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UF/IFAS donkeys provide unique learning experience for animal sciences students

On any day throughout the spring semester, Lexi Vander can be found at the UF/IFAS Sheep Unit, next to the animal nutrition laboratory. However, she is not there because of the sheep; she is there to work with Wilma, one of the two resident donkeys at the sheep unit.

Vander, a 21-year-old business major, is one of the eight students enrolled in Special Problems in Animal Science: Donkey Health Management and Behavior. In this course, Vander takes care of Wilma and Pebbles while learning about their behavioral traits and developing plans to improve their quality of life.

About three years ago, the animal sciences department inherited Wilma, Pebbles, and Emily, from a long-time UF/IFAS employee when she died. Associate professors Samantha Brooks and Carissa Wickens quickly learned that the donkeys were not comfortable interacting with or being cared for by humans.

“When they came here, they didn’t know how to interact with humans, so this provided a great opportunity,” Brooks said. “We’ve got students who needed to learn how to interact with unique and exotic livestock, and the donkeys themselves needed some education and learning how to do things like wear a halter, stand still for their annual vaccinations, and tolerate having their hooves handled.”

Emily died in fall 2023 due to a metabolic disease, but Wilma and Pebbles are still learning to be cared for and becoming more comfortable at the sheep unit every day.

Much of the work that goes into caring for and training the donkeys comes directly from the students in the course. Vander has learned a lot about recognizing Wilma’s behavior and how to care for her on any given day in the two months since spring semester began.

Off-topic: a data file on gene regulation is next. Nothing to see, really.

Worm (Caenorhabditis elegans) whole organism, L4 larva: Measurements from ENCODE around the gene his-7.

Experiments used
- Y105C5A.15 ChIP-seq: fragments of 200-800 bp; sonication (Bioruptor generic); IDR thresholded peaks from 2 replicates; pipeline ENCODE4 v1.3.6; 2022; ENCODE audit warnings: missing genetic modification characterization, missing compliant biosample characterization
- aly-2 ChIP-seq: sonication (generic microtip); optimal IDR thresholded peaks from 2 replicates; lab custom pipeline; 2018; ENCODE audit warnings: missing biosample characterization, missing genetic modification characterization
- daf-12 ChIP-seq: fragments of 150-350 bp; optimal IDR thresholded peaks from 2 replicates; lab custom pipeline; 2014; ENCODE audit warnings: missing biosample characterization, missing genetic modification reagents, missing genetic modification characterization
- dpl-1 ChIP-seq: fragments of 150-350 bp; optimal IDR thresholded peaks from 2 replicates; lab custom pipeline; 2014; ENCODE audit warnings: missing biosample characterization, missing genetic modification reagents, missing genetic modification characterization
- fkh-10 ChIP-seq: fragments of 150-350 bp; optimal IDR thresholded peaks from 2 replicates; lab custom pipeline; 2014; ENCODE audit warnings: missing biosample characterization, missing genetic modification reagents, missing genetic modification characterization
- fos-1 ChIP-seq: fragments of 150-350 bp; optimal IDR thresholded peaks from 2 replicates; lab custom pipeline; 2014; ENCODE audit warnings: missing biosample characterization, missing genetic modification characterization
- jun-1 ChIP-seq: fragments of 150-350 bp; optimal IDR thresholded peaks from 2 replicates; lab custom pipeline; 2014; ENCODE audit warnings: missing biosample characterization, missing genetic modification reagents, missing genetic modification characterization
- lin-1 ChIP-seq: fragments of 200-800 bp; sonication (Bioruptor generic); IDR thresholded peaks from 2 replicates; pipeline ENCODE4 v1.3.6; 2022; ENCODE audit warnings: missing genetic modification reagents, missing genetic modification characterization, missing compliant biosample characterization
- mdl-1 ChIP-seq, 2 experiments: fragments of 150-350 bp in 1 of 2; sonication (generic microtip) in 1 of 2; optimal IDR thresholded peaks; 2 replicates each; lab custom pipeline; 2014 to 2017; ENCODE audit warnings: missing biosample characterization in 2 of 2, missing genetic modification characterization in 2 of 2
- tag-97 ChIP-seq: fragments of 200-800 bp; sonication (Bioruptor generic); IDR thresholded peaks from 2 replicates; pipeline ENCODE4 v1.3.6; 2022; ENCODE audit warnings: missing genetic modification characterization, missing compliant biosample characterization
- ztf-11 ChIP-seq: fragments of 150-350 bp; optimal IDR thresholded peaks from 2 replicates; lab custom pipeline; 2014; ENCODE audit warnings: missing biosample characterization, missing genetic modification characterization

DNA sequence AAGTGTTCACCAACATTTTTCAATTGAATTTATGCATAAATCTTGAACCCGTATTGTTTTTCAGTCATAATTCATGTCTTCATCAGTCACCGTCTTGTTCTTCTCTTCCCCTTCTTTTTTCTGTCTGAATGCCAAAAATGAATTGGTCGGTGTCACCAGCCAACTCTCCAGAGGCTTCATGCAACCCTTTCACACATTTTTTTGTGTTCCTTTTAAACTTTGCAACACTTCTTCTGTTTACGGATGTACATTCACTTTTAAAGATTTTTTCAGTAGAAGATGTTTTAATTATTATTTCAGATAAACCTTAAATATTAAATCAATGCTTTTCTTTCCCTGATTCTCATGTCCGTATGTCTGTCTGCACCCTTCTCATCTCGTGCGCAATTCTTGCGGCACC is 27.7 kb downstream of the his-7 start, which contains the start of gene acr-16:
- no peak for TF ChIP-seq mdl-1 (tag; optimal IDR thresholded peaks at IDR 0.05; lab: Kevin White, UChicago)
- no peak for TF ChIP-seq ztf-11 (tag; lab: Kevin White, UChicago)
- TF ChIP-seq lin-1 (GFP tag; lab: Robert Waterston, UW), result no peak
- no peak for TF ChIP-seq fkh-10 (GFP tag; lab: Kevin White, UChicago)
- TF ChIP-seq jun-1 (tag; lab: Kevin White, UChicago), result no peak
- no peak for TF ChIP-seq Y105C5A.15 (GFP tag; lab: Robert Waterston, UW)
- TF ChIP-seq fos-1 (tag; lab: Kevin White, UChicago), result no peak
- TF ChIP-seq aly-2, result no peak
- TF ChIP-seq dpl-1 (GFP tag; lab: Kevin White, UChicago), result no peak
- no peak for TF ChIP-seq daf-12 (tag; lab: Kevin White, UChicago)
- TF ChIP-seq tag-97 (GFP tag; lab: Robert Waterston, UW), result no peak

“You get to know their moods, so when you come in, you can recognize if they are in a bad mood,” Vander said. “It’s just interesting getting to know (Wilma).”

Wilma (front) and Pebbles stand side by side in their pens. (Ryan Hirsh/WUFT News)

In addition to being a source of hands-on education for students, Wilma and Pebbles have become an essential functional aspect of the sheep unit.

“In the spring when we are lambing out our herd of ewes here, those lambs are vulnerable to predation,” Brooks said. “Donkeys are unique among equids in that they can be very territorial and are excellent guard animals. We have not lost a lamb since the donkeys have been integrated into the sheep flock.”

Although they are more comfortable and adjusted than when they first arrived, there are still challenges with taking care of Wilma and Pebbles. One of those, according to Wickens, relates to the Florida climate.

“Donkeys have come from more of an arid, desert environment,” Wickens said, “so keeping their haircoat healthy, and making sure that they’re not having issues with the humidity or bug bites can be a challenge. Especially in the case with Wilma and Pebbles because they hadn’t had a lot of handling.”

Rachel Rogus, a 21-year-old animal sciences major, is another one of the students who works with Wilma. One of the ways she trains Wilma is with a clicker system that acts as a form as positive reinforcement when she listens to direction.

“We try to click, and then give her a treat,” Rogus said, “so she understands why she gets a treat, instead of just doing something and waiting.”

Melissa Hernandez, 21, brushes Pebbles’ fur during her shift. (Ryan Hirsh/WUFT News)

The experience that Brooks and Wickens are providing for animal science students is unique and allows them to expand their areas of expertise in the field of animal sciences. Melissa Hernandez, a 21-year-old integrated animal sciences major who works with Pebbles, said she has loved this experience and what she has learned.

“[Pebbles] has a unique personality, in the best way possible,” Hernandez said. “Her accomplishments are one of the most rewarding things I’ve experienced here at UF and how she’s grown and how she’s come to trust me in such a short amount of time.”

Wickens encouraged passersby to visit Wilma and Pebbles if they are interested. If you do wish to visit Wilma and Pebbles, Wickens asks that you avoid bringing treats that are high in sugar and starch.

“We have folks that just come up to the fence and say hello to the donkeys all the time,” Wickens said. “They do like food and look for treats, so just watch your hands and fingers.”

Wilma eats a treat while training with Rachel Rogus, 21, who holds a rope. (Ryan Hirsh/WUFT News)
Wilma eats a treat while training with Rachel Rogus, 21, who holds a rope. (Ryan Hirsh/WUFT News)

Ryan is a reporter for WUFT News who can be reached by calling 352-392-6397 or emailing